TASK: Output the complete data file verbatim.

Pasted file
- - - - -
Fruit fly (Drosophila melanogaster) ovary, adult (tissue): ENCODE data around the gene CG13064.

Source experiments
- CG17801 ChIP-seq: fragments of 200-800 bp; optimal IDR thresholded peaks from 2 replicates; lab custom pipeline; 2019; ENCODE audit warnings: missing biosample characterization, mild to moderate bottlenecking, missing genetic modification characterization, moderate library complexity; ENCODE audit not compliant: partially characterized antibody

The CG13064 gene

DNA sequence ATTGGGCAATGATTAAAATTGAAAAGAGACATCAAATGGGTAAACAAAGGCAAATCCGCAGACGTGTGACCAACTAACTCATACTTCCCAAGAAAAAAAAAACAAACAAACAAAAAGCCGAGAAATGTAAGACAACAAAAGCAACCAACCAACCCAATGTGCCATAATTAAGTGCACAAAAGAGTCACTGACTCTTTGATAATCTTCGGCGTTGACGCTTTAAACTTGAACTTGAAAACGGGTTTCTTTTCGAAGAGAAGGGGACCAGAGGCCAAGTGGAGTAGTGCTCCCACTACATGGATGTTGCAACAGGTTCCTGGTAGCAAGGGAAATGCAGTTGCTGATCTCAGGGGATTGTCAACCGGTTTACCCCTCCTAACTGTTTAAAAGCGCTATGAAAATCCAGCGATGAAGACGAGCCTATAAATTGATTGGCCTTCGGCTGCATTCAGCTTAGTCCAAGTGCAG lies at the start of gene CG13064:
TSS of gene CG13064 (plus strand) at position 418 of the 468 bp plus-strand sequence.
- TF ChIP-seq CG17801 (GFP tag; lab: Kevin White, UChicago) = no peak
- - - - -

Fruit fly (Drosophila melanogaster) ovary, adult (tissue): ENCODE data around the gene CG13064.

Source experiments
- CG17801 ChIP-seq: fragments of 200-800 bp; optimal IDR thresholded peaks from 2 replicates; lab custom pipeline; 2019; ENCODE audit warnings: missing biosample characterization, mild to moderate bottlenecking, missing genetic modification characterization, moderate library complexity; ENCODE audit not compliant: partially characterized antibody

The CG13064 gene

DNA sequence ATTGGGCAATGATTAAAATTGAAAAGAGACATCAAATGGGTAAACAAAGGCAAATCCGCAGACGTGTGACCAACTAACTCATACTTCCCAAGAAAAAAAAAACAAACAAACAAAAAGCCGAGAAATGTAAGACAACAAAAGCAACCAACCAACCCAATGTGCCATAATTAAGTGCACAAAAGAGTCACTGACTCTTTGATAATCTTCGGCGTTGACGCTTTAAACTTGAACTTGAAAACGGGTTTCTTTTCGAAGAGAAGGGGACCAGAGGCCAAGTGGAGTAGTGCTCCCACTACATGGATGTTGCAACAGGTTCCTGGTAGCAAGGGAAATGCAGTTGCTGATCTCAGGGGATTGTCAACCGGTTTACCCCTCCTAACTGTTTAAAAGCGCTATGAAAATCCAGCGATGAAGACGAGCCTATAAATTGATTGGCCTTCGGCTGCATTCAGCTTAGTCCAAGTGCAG lies at the start of gene CG13064:
TSS of gene CG13064 (plus strand) at position 418 of the 468 bp plus-strand sequence.
- TF ChIP-seq CG17801 (GFP tag; lab: Kevin White, UChicago) = no peak